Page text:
7. Robert Wagner - About William Of Ockham
Biography of this philosopher.
Robert Wagner
about William of Ockham
William of Ockham also called W ILLIAM O CKHAM , Ockham also spelled O CCAM , byname V ENERABILIS I NCEPTOR OCTOR INVINCIBILIS c. Early life After his early training, Ockham took the traditional course of theological studies at the University of Oxford and apparently between 1317 and 1319 lectured on the Sentences Sentences (a commentary known as Ordinatio inceptor baccalaureus formatus. Ockham continued his academic career, apparently in English convents, simultaneously studying points of logic in natural philosophy and participating in theological debates. When he left his country for Avignon, Fr., in the autumn of 1324 at the pope's request, he was acquainted with a university environment shaken not only by disputes but also by the challenging of authority: that of the bishops in doctrinal matters and that of the chancellor of the university, John Lutterell, who was dismissed from his post in 1322 at the demand of the teaching staff. theologicus logicus is Luther’s term). On the one hand, with his passion for logic he insisted on evaluations that are severely rational, on distinctions between the necessary and the incidental and differentiation between evidence and degrees of probability – an insistence that places great trust in man’s natural reason and his human nature. On the other hand, as a theologian he referred to the primary importance of the God of the creed whose omnipotence determines the gratuitous salvation of men; God’s saving action consists of giving without any obligation and is already profusely demonstrated in the creation of nature. The medieval rule of economy, that "plurality should not be assumed without necessity," has come to be known as

8. Occam's Razor
of the medieval English philosopher and Franciscan monk william of ockham (ca. 12851349). Like many Franciscans, William over the issue. William was excommunicated by Pope John
Robert Todd Carroll

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Occam's razor
" Pluralitas non est ponenda sine neccesitate " or "plurality should not be posited without necessity." The words are those of the medieval English philosopher and Franciscan monk William of Ockham (ca. 1285-1349). Like many Franciscans, William was a minimalist in this life, idealizing a life of poverty, and like St. Francis himself, battling with the Pope over the issue. William was excommunicated by Pope John XXII. He responded by writing a treatise demonstrating that Pope John was a heretic. What is known as Occam's razor was a common principle in medieval philosophy and was not originated by William, but because of his frequent usage of the principle, his name has become indelibly attached to it. It is unlikely that William would appreciate what some of us have done in his name. For example, atheists often apply Occam's razor in arguing against the existence of God on the grounds that God is an unnecessary hypothesis. We can explain everything without assuming the extra metaphysical baggage of a Divine Being. William's use of the principle of unnecessary plurality occurs in debates over the medieval equivalent of psi.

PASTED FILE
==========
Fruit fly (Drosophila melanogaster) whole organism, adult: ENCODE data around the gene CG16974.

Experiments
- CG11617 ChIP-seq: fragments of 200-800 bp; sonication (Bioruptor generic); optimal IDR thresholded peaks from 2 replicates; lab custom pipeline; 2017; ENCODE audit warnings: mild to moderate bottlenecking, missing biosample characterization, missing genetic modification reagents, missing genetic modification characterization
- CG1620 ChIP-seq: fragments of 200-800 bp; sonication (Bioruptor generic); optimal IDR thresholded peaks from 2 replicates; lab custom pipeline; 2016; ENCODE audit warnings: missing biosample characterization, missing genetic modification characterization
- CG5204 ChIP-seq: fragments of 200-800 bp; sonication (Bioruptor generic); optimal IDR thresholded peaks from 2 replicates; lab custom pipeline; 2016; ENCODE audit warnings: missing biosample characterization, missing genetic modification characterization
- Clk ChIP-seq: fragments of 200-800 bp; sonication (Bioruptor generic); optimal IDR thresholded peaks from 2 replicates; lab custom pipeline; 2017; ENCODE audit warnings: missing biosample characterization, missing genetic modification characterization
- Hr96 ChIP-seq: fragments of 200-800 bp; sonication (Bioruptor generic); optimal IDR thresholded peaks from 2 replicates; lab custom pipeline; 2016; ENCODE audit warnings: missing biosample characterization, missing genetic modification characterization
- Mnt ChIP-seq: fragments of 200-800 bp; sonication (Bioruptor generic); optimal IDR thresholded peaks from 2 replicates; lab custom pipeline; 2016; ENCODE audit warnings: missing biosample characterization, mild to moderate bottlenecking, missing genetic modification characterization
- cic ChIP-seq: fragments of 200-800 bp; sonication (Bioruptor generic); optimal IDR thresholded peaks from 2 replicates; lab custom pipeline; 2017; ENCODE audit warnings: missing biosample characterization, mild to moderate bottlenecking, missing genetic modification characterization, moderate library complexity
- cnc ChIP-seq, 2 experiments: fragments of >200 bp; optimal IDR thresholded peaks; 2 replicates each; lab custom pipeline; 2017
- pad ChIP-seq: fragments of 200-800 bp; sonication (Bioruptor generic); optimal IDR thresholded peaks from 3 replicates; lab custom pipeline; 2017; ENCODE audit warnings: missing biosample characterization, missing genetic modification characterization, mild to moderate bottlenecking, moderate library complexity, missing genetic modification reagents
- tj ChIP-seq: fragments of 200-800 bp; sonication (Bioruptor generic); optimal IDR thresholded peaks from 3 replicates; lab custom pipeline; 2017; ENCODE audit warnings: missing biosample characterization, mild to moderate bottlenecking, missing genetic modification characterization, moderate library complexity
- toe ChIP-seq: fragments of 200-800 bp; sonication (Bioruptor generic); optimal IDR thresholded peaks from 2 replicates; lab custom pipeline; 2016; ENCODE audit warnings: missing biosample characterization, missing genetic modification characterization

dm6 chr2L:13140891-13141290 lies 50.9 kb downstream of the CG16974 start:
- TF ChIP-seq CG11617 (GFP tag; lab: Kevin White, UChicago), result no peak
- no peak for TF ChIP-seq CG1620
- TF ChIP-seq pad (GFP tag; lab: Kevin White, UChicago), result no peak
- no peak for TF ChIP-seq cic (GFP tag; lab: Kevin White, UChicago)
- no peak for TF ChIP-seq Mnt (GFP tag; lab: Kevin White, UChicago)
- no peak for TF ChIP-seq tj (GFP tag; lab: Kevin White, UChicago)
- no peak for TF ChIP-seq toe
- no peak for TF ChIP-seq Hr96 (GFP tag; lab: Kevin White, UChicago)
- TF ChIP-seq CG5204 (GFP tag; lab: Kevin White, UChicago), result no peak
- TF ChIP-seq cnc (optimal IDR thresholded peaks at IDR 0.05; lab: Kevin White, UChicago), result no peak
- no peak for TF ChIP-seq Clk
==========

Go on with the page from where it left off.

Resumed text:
9. 20th WCP: Russell, Strawson, And William Of Ockham
Russell, Strawson, and william of ockham. Sharon Kaye. Dalhousie University. ABSTRACT Realism and conventionalism generally establish the parameters of debate over universals.
Medieval Philosophy Russell, Strawson, and William of Ockham Sharon Kaye
Dalhousie University ABSTRACT: Realism and conventionalism generally establish the parameters of debate over universals. Do abstract terms in language refer to abstract things in the world? The realist answers yes , leaving us with an inflated ontology; the conventionalist answers no Realism and conventionalism are commonly taken to be the primary contenders in the debate over universals. Does abstract language refer to abstract things in the world? The realist answers yes, leaving us with an inflated ontology, the conventionalist answers no, leaving us with subjective categories. In this paper I would like to defend a third possibility which aims to preserve objectivity without multiplying objects. It is nominalism, in the original, medieval sense of the word or more specifically, in the Ockham sense of the word. Willard Quine once remarked that "the nominalists of old . . . object to admitting abstract entities at all, even in the restrained sense of mind-made entities." supposition theory did have its advantages, one of which was the way that it clarified the disagreement between realists and antirealists over meaning and reference. We need to see what each of these linguistic concepts amounts to for Ockham in order to see how he explains abstract language.

10. Nonconformist Church History: William Of Ockham (1285-1347/9)
A Nonconformist reading of his theology.
William of Ockham
(1285 - 1347 or 1349)